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Posted December 06 2013 - 10:17 AM

I have many classical CDs. Living in Munich,I have all of the canatas that Richter did plus many of the orchestral works with him. I like both the "original" and non-original versions. The editor of the American Record Guide does NOT like the original versions, I do ,not because of it being the original but because I like the sound.

 

I have much Wagner but I have the Ponto PO 1040 which has the COMPLETE Rienzi on 4 CDs with Edward Downes conducting the  Northern Symphony Orchestra. It was recorded by the BBC in the Wagner year of 1976.  It is sad to say that is is out-of.print. Look at the comments on Amazon.com for this Rienzi. If you should see it  - buy it.


Edited by Sumnernor, December 06 2013 - 01:43 PM.


#28 of 35 OFFLINE   David_B_K

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Posted December 06 2013 - 10:33 AM

It's odd that I've never owned any Schubert.  It's always been at the back of my mind but never when it's time to log onto Amazon et al......

 

So I decided to buy a set of the 8 extant symphonies (1 through 9 minus 7).

 

The cheapest set was the Brilliant Classics set, featuring the Dresden Staatskapelle under the direction of Herbert Blomstedt.  It's never mentioned in my recent Penguin guides, but I found this interesting online review:

 

It would be interesting to hear comments about others' favorite Schubert cycles.

 

I have two Scubert symphony cycles that I really like. Karajan's with the Berlin Philharmonic is available as a couple of 2-fer sets from EMI. Karajan takes a rather fast and driven approach to the symphonies. I also like Harnoncourt's set with the Concertgebouw. Harnoncourt likes to dabble in Historically Informed Performance practices (something I am not into), but his Schubert set is surprisingly unabashedly big and romantic.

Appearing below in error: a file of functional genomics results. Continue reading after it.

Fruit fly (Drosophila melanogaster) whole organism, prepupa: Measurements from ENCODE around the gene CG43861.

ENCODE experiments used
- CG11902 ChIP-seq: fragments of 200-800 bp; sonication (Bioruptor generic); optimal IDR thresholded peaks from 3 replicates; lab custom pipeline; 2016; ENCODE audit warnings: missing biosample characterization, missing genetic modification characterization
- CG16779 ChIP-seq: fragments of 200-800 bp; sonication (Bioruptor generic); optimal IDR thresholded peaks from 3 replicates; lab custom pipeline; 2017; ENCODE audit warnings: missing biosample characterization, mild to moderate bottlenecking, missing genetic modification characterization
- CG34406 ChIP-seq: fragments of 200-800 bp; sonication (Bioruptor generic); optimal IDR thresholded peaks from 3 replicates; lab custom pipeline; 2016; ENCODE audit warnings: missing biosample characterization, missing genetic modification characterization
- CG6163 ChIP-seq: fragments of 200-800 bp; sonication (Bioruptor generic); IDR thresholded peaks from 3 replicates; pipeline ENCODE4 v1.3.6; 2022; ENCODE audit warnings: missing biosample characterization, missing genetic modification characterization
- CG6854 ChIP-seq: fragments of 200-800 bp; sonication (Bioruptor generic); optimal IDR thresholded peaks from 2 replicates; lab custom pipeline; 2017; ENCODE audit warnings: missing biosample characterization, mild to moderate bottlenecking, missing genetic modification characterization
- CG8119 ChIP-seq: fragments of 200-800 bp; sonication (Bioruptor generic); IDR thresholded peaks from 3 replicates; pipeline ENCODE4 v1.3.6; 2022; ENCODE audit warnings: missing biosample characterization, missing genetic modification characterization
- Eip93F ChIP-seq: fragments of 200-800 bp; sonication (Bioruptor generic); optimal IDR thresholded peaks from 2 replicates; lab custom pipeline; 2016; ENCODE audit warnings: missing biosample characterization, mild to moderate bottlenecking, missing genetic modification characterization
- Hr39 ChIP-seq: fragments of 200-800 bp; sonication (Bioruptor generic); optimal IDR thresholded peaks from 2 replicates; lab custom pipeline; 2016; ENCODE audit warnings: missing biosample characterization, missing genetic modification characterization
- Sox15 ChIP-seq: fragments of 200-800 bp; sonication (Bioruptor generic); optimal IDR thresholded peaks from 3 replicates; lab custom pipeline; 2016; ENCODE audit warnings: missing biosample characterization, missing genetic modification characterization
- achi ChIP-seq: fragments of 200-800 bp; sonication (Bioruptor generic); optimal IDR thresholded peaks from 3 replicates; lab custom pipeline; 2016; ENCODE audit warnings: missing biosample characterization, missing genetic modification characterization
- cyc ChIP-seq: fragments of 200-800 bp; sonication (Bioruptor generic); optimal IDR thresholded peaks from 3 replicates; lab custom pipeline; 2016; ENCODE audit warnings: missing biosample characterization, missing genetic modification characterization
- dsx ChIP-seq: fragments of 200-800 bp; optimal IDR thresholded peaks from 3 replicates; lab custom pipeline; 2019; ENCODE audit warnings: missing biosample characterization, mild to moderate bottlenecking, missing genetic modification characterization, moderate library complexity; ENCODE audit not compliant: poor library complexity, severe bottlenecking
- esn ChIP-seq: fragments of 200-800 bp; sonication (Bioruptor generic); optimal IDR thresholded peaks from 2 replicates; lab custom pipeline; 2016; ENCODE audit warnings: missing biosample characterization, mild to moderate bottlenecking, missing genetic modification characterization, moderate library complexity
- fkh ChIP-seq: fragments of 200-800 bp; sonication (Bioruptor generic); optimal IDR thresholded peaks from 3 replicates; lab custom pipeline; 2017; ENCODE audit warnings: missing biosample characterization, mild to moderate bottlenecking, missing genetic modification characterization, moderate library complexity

I also recommend Schubert's late string quartets which are very dramatic.

 

I have not heard any of the Blomstedt Schubert set, but did enjoy his Beethoven set with the Dresdeners.



#29 of 35 OFFLINE   Aaron Silverman

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Posted December 06 2013 - 12:06 PM

You remind me that I haven't listened to Schubert in a long time. I should rectify that. My set is this:

 

http://www.amazon.co...t/dp/B00061GY7G

 

It's been a while but my memory is positive. :)


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#30 of 35 OFFLINE   ManW_TheUncool

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Posted December 06 2013 - 02:16 PM

Another vote for Schubert's late string quartets -- I only have the Italian Qt on Philips label. Also a vote for the Trout Quintet -- checkout Chris Nupens DVD w/ Perlman, Zuckerman, Du Pre, Barenboim and Mehta, which you can sample on YouTube.

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#31 of 35 OFFLINE   Aaron Silverman

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Posted December 09 2013 - 12:16 PM

Also note that there's lots of classical material available for free 'n' legal streaming on Spotify. Including the Blomstedt/ Staatskapelle Dresden set:

 

Staatskapelle Dresden – Schubert: Complete Symphonies


Edited by Aaron Silverman, December 09 2013 - 12:19 PM.

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#32 of 35 OFFLINE   Greg Bright

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Posted April 13 2014 - 05:35 PM